Dear Colleagues and Friends,
It is a great honor and privilege for me to take over the Presidency of ISIN.
But, more than that, I feel the responsibility to carry on the outstanding job of our Past-President Dr. Jay Shils. The privileged perspective of the ISIN’s President on the field of Intraoperative Neurophysiology must translate in a special commitment and dedication to the Society. This is the spirit that has inspired our past Presidents and this is the spirit with which I would like to continue my service to ISIN.
ISIN is nowadays the leading international society in the field of intraoperative neurophysiologic monitoring (IONM). The Society has grown significantly over the past two years, and not simply in the number of its members.
Let me just briefly mentioned two major achievements. Between 2011 and 2013 we have completed the first Cycle of the Educational Courses, a very successful event, which has seen the participation of trainees from all over the world. Since 2012, Clinical Neurophysiology is the Official Journal of our Society and very recently Dr. David MacDonald, one of the ISIN Past-President, has been appointed Associate Editor of the Journal. These are certainly goals we should all be proud of, but there is much more that needs to be done.
It is my strong feeling that the Educational Courses are needed but the three-year Cycle format is not enough to meet the high demand for education and training in the field of Intraoperative Neurophysiology. Colleagues from some areas of the world do not have chances to attend educational courses held abroad mainly for the lack of financial support, and the travelling fellowships that ISIN will continue to offer will never be enough. So, additional educational courses should be planned in these geographical areas to meet the local demand and translate into facts the ISIN motto “No one should be left behind”.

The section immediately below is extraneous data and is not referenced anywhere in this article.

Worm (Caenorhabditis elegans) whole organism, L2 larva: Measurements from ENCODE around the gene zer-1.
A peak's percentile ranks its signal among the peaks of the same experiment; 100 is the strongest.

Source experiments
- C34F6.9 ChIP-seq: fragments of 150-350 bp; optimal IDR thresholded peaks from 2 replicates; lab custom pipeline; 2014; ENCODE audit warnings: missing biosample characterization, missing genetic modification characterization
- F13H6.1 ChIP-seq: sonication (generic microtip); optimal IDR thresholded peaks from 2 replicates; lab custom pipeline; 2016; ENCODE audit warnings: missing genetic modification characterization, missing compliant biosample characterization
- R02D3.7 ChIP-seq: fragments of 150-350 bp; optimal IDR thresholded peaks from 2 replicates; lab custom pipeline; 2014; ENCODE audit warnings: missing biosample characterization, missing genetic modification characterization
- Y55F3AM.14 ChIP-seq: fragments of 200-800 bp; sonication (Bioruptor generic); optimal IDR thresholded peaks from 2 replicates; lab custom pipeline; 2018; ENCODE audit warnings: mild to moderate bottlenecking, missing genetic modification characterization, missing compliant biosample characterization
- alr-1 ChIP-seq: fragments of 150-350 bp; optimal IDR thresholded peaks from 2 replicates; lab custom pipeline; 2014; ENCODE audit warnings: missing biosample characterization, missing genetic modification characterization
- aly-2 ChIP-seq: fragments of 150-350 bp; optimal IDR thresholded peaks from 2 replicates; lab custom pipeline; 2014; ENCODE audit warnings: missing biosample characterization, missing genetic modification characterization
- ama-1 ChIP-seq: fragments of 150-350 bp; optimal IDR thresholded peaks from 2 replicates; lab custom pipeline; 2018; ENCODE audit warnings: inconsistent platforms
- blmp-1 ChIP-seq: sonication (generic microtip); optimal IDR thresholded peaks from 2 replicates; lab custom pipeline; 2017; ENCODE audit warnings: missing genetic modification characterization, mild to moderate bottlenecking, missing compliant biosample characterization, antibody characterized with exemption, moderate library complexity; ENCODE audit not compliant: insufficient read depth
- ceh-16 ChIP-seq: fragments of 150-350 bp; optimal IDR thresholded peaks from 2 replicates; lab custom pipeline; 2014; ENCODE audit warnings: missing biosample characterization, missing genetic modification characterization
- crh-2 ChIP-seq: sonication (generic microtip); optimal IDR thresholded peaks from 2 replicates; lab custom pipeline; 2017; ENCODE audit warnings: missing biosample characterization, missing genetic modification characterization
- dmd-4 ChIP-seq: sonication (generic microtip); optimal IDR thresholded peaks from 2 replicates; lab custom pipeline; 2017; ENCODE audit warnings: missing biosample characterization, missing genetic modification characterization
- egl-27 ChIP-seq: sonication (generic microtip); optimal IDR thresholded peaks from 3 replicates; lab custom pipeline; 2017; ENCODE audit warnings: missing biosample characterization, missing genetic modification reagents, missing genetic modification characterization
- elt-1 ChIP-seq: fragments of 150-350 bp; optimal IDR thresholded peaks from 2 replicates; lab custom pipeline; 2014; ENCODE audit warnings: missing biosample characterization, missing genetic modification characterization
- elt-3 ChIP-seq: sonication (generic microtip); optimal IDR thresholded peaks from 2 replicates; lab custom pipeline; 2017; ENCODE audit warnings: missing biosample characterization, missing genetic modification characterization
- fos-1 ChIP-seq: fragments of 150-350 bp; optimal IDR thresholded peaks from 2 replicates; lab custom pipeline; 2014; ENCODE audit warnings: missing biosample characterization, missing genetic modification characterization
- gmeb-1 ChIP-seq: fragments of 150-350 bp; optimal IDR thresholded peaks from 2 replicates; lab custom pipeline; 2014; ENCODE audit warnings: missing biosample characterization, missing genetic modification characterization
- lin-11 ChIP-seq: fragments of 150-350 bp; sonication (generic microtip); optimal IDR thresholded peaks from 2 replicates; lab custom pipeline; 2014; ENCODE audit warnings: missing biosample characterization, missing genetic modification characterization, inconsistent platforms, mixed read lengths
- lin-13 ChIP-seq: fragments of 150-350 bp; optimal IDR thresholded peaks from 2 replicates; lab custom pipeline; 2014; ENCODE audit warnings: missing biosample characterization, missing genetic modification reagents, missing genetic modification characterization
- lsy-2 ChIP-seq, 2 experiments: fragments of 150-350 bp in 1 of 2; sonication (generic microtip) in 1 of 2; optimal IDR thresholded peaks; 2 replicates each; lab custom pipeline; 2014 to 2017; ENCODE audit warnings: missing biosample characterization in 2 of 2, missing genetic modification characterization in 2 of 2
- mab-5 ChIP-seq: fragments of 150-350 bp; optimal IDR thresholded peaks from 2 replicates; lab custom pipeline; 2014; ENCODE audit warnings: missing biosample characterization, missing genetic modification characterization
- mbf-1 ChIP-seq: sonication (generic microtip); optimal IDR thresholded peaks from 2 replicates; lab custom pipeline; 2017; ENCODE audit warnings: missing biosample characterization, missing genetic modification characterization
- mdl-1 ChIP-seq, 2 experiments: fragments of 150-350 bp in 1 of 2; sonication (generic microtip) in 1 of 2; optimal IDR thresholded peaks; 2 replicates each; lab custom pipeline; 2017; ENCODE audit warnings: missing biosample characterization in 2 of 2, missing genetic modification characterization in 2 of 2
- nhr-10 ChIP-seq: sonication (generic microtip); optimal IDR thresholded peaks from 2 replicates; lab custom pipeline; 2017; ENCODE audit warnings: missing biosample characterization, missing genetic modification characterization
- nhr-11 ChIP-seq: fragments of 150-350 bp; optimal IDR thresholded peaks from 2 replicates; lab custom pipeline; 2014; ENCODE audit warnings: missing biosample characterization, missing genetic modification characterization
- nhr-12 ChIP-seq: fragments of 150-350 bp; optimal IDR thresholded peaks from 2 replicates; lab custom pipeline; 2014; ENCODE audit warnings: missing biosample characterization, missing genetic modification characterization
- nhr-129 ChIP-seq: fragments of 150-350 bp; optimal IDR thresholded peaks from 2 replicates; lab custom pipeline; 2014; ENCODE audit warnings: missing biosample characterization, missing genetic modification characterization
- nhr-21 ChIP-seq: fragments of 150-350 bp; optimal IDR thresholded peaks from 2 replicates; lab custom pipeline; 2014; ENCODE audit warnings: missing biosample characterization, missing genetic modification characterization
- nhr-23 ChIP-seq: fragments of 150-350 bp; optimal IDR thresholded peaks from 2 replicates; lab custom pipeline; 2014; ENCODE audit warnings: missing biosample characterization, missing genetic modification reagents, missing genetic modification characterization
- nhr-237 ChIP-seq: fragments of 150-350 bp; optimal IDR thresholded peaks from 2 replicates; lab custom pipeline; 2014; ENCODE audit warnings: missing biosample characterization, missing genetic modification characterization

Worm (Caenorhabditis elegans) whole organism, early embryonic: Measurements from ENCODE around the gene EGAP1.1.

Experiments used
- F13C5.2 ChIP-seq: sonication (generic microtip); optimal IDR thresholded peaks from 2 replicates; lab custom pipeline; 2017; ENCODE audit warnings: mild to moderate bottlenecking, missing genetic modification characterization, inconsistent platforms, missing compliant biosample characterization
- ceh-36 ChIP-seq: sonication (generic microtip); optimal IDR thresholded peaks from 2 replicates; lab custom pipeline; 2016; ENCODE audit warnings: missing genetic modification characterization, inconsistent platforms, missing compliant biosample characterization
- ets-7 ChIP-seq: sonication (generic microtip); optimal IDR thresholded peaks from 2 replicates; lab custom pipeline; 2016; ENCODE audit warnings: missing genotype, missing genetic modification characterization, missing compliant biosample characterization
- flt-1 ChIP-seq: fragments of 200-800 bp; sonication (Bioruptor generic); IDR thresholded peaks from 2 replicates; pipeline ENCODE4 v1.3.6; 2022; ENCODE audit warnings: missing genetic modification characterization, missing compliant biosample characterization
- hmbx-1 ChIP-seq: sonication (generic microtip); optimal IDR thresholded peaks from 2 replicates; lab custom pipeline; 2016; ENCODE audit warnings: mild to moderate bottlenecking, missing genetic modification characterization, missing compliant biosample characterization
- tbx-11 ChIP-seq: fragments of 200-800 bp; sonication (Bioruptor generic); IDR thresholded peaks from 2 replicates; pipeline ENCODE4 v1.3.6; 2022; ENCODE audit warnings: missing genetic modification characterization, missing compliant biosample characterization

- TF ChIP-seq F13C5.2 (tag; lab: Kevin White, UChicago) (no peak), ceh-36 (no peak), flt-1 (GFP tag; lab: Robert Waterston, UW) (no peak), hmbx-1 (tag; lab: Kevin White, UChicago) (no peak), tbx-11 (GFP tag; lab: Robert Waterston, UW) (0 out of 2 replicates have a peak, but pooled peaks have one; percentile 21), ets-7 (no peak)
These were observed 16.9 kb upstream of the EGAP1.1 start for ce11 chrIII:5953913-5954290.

Proper training cannot rely on teaching courses only. Hands-on experience in the operating room is mandatory to acquire the expertise needed in order to provide the best care to our patients. One of our goals is therefore to create opportunities for people willing to build up a career in the field of IONM. Funded fellowship and a network of “accredited” training centers is one way to go and we are willing to explore in deep this pathway to make progress in our field.
One of the most critical aspects in the future of Intraoperative Neurophysiology relates to the definition of credentials. “Who should do what” is a key question in our field as it has to do with training, professionalism, job opportunities, medico-legal aspects and, above all, the quality of IONM. To establish credentials at an international level is particularly demanding but, at the same time, a challenge that ISIN cannot drop.
The Scientific Committee, currently chaired by dr. Karl Kothbauer, will take the responsibility to shape the scientific program of the 5th ISIN Congress, held in Rio de Janeiro in 2015. Publishing high quality papers in the field of IONM and actively participating to the Biannual Meeting are two ways to contribute to the development of neuromonitoring. ISIN will continue to foster an attitude towards technological innovation, original research, rigorous scientific methodology, open mindedness, and a translational approach to neurophysiology. But IONM also means controversy : From evidence based medicine to cost-effectiveness of IONM, from the advent of automated IONM system to the issue of remote monitoring the debate will continue and ISIN should play a leading role in this discussion.
Finally, it is my auspice that in the next couple of years ISIN will continue to implement the dialogue and collaboration with other scientific societies such as the International Federation of Clinical Neurophysiology (IFCN), the American Society of Neurophysiological Monitoring (ASNM), the American Clinical Neurophysiology Society (ACNS) just to mention a few. As a Neurosurgeon, let me share with you the hope for a closer relationship with neurosurgical societies as well.
Speaking on behalf of the entire ISIN Board, I think that the most rewarding experience for all of us has been the excitement and enthusiasm circulating around the ISIN in these past years. We will do our best to keep these up in the years to come and would like to thank all of you for your support, and encourage your active participation in the Society’s life.
My warmest wishes to you and your family for a beautiful and prosperous 2014.
Francesco Sala, MD